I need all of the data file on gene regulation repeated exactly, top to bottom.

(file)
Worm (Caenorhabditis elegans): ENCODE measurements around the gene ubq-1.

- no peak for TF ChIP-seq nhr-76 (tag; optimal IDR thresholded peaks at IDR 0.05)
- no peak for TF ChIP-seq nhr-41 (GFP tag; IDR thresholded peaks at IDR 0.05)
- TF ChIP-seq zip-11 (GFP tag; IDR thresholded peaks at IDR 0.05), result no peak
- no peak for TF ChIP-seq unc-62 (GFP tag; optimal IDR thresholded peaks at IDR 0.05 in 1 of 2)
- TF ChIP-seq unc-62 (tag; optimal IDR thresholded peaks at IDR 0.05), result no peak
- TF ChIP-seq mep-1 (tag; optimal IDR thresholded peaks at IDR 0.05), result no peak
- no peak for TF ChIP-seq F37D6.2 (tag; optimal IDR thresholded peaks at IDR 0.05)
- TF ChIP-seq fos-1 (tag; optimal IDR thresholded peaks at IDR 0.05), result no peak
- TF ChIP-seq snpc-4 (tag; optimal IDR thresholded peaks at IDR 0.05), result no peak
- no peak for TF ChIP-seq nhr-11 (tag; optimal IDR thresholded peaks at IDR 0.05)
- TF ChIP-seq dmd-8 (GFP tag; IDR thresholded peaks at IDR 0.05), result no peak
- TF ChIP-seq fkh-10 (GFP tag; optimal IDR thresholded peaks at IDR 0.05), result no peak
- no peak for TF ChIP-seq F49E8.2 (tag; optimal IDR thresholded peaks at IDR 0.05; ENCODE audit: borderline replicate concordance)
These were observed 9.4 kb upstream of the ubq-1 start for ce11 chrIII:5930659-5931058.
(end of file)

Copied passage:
Worm (Caenorhabditis elegans): ENCODE measurements around the gene ubq-1.

- no peak for TF ChIP-seq nhr-76 (tag; optimal IDR thresholded peaks at IDR 0.05)
- no peak for TF ChIP-seq nhr-41 (GFP tag; IDR thresholded peaks at IDR 0.05)
- TF ChIP-seq zip-11 (GFP tag; IDR thresholded peaks at IDR 0.05), result no peak
- no peak for TF ChIP-seq unc-62 (GFP tag; optimal IDR thresholded peaks at IDR 0.05 in 1 of 2)
- TF ChIP-seq unc-62 (tag; optimal IDR thresholded peaks at IDR 0.05), result no peak
- TF ChIP-seq mep-1 (tag; optimal IDR thresholded peaks at IDR 0.05), result no peak
- no peak for TF ChIP-seq F37D6.2 (tag; optimal IDR thresholded peaks at IDR 0.05)
- TF ChIP-seq fos-1 (tag; optimal IDR thresholded peaks at IDR 0.05), result no peak
- TF ChIP-seq snpc-4 (tag; optimal IDR thresholded peaks at IDR 0.05), result no peak
- no peak for TF ChIP-seq nhr-11 (tag; optimal IDR thresholded peaks at IDR 0.05)
- TF ChIP-seq dmd-8 (GFP tag; IDR thresholded peaks at IDR 0.05), result no peak
- TF ChIP-seq fkh-10 (GFP tag; optimal IDR thresholded peaks at IDR 0.05), result no peak
- no peak for TF ChIP-seq F49E8.2 (tag; optimal IDR thresholded peaks at IDR 0.05; ENCODE audit: borderline replicate concordance)
These were observed 9.4 kb upstream of the ubq-1 start for ce11 chrIII:5930659-5931058.